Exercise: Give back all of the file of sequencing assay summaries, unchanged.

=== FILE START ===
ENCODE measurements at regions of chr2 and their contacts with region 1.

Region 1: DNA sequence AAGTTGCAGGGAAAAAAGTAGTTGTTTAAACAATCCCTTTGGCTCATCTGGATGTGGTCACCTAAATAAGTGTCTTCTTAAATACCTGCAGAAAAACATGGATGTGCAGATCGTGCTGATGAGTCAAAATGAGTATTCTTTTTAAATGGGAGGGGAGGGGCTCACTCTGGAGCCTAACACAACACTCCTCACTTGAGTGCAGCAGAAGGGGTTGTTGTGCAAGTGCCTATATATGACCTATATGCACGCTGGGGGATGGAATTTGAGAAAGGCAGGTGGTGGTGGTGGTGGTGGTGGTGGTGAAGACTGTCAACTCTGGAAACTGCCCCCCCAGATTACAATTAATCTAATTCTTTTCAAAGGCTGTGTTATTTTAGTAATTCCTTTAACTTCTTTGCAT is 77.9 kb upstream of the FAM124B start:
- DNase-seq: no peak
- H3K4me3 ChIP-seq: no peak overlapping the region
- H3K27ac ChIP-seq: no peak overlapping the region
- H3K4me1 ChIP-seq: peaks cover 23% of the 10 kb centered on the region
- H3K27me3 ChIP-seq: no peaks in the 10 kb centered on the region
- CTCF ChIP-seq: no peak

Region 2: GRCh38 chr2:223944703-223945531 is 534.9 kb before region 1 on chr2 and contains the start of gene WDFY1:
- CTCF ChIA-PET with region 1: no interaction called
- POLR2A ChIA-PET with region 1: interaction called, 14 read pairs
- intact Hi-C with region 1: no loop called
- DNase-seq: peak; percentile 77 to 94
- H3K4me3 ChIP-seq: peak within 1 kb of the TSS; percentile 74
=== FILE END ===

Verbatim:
ENCODE measurements at regions of chr2 and their contacts with region 1.

Region 1: DNA sequence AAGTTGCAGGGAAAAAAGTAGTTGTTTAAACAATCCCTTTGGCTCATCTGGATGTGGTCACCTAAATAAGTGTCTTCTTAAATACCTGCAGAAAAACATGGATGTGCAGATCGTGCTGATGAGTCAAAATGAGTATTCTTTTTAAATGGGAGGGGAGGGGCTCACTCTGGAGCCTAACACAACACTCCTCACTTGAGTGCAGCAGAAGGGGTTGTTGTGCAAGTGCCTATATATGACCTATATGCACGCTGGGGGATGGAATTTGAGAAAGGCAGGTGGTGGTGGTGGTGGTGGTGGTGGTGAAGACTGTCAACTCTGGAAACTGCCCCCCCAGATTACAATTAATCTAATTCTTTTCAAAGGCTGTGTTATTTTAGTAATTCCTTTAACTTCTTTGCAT is 77.9 kb upstream of the FAM124B start:
- DNase-seq: no peak
- H3K4me3 ChIP-seq: no peak overlapping the region
- H3K27ac ChIP-seq: no peak overlapping the region
- H3K4me1 ChIP-seq: peaks cover 23% of the 10 kb centered on the region
- H3K27me3 ChIP-seq: no peaks in the 10 kb centered on the region
- CTCF ChIP-seq: no peak

Region 2: GRCh38 chr2:223944703-223945531 is 534.9 kb before region 1 on chr2 and contains the start of gene WDFY1:
- CTCF ChIA-PET with region 1: no interaction called
- POLR2A ChIA-PET with region 1: interaction called, 14 read pairs
- intact Hi-C with region 1: no loop called
- DNase-seq: peak; percentile 77 to 94
- H3K4me3 ChIP-seq: peak within 1 kb of the TSS; percentile 74